Road Trip V, Days 21-23, Durham, N.C.: Let Us Now Praise Famous Trees

…or not-famous trees (which was kinda the point of James Agee’s title). Trees that are famous only to ourselves, perhaps. Special. Dare I say sacred? Do you have one in your past?

I do, and I visited it today. Actually, I visited its ghost; the tree itself died many years ago. It’s a sycamore growing by a creek in the woods outside Durham where I grew up, and once upon a time it looked like this:

(Courtesy Wikimedia)

(Courtesy Wikimedia)

Sycamores are special. Like madronas, which I wrote about at the start of this trip, they start unremarkably but show more individuality with each vertical inch. Twisting, curving, pied, spotted, toward the top they gleam creamy, crazy white–so white you can spy them from 100 yards away through winter woods. They also have the quirk of growing solo, so that a single sycamore will stand out amidst hundreds of gray and brown fellow tree-citizens. (I try, but usually fail, to avoid thinking of sycamores as tree royalty reigning over their patch of forest.)

My sycamore was solo. She grew in some woodsy acres my family bought when I was in high school, and we discovered her while exploring. Not only did this single tree stand out, her roots supported the banks of a little creek with tiny rapids and wild violets growing in the crevices. I was enchanted. When my school’s annual Mini-Session came around, one April week for high school students to pursue special projects, mine was to camp alone in our woods, in the company of my sycamore.

This was hardly Outward Bound. I was only a couple of miles from my home, but deep enough into the woods as to be safe from outsiders. I had my tent and a little cooking stove, and I spent my days reading, writing in my journal, going for walks, or just lying on a log watching the creek. (Can you tell my Senior English teacher had assigned us Thoreau and Annie Dillard? Yeah, I was quite the teenage Transcendentalist.) I had to leave the woods twice to attend college classes I was taking, and my then-boyfriend (now my Mate) even came to visit me once. So, hardly Annie Dillard either. But mostly I kept company with my tree.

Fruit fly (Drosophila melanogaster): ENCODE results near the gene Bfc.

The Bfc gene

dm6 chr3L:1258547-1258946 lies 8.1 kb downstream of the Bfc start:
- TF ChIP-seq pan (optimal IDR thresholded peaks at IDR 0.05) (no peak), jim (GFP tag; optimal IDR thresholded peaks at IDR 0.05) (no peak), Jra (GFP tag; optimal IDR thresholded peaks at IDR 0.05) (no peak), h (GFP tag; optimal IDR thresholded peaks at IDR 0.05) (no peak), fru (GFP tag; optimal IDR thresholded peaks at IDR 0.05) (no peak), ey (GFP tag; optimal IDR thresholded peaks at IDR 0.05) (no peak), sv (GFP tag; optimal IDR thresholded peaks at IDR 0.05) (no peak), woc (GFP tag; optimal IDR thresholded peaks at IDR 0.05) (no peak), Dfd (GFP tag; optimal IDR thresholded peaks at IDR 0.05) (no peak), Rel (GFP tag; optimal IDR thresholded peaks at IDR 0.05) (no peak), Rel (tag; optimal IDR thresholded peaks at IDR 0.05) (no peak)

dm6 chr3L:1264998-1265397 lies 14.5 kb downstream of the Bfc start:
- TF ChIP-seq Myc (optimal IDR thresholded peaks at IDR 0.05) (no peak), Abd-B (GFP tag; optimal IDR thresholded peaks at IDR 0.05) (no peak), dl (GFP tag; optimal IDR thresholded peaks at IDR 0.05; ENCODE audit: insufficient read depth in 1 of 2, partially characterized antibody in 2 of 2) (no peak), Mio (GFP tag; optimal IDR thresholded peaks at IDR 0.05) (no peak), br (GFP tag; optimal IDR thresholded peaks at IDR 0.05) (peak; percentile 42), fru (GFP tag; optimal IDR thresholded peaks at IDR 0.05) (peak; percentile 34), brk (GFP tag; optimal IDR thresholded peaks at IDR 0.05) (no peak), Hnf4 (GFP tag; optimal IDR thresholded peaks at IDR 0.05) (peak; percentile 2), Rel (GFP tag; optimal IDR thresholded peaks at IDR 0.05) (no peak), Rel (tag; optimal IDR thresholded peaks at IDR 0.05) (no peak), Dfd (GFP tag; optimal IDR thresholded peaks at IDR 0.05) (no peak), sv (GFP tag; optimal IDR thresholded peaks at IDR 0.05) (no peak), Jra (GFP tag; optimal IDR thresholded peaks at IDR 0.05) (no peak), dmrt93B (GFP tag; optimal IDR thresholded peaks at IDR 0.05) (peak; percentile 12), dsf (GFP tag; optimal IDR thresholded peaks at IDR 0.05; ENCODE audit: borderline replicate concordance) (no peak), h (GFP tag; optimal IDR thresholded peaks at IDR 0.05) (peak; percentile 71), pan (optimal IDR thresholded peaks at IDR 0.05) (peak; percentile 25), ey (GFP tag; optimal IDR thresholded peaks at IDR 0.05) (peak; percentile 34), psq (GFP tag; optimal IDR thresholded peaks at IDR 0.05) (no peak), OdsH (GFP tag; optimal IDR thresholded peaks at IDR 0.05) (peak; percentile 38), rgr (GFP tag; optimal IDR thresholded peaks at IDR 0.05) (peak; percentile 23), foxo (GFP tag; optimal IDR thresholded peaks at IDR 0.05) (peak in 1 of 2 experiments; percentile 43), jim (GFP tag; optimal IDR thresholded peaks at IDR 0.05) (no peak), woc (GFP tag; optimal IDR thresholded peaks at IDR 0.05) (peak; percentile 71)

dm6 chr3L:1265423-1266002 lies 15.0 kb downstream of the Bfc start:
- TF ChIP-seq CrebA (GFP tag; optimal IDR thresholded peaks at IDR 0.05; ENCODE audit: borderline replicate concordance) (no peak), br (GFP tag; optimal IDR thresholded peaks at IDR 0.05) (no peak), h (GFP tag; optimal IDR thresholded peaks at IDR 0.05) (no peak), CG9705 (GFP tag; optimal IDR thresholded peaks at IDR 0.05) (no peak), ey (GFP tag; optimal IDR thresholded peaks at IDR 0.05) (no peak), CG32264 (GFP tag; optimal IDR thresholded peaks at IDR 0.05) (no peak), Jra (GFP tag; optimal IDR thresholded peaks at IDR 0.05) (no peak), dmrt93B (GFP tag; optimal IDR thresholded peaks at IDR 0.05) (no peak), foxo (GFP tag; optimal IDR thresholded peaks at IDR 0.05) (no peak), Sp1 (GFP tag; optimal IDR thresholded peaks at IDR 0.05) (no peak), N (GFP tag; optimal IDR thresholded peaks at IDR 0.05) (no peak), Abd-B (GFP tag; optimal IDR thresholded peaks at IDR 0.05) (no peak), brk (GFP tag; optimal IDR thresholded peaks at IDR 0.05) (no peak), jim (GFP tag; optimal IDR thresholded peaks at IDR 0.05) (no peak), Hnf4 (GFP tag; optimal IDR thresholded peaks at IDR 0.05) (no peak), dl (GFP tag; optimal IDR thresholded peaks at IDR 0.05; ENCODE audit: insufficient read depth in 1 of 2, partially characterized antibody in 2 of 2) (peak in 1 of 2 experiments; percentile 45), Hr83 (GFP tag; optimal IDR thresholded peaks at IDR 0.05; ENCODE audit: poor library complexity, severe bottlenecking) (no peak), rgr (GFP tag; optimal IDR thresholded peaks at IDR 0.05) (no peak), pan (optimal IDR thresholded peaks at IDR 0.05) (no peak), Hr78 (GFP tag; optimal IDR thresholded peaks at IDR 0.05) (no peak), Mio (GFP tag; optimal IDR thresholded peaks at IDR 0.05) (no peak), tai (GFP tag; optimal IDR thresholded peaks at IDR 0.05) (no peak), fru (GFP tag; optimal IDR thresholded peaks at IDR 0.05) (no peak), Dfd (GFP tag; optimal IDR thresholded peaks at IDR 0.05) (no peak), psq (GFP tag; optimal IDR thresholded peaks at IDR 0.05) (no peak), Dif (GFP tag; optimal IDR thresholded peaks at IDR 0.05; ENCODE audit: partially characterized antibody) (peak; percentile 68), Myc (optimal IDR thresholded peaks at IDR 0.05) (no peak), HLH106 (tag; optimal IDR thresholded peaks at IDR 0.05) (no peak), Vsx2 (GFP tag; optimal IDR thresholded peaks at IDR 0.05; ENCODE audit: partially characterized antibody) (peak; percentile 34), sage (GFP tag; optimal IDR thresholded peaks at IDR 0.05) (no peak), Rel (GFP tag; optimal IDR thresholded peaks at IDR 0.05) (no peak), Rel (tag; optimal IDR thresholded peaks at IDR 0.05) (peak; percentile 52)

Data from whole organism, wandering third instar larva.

Years later, The Mate and I enjoyed taking friends, and then our young boys, to look at Gretchen’s Spot and visit my sycamore. We could always sight it long before we could reach it through those tangly southern woods. Then some years went by without visits, until we finally went back to find my tree looking like this:

The ghost of my sycamore--keeping company with our friend's son

The ghost of my sycamore–keeping company with our friend’s son

But in my mind? She’s still a queen, and she looks more like this:

(In Big Sur last year, with our sons)

(In Big Sur last year, with our sons)

Do you have a special tree, or did you? Care to share?

4 thoughts on “Road Trip V, Days 21-23, Durham, N.C.: Let Us Now Praise Famous Trees

  1. I’ve read that the sycamore hollows out as it ages, creating hiding places for animals. They can live over 300 years, and I don’t remember how the oldest is. What a great one in Big Sur. How lovely that you have that special connection to one from childhood. I have a special one outside a tiny library. It’s tall with leaves that shade two benches. I’ve had many long conversations in its shade, bees buzzing in the nearby hydrangeas. The sycamore in my photo is in a neighbor’s yard. It really seemed to glow at sunset, but my camera doesn’t see the way my eye does.

    I’m pleased to meet you, and happy to follow you. I used to work in Durham and live in Carrboro.

  2. Wow, you’re a runner too? We loved that track, except when the jerky women’s soccer coach would stand in lane one and make us go around him…Guess when you’ve won five national titles you think you’re entitled. 🙂

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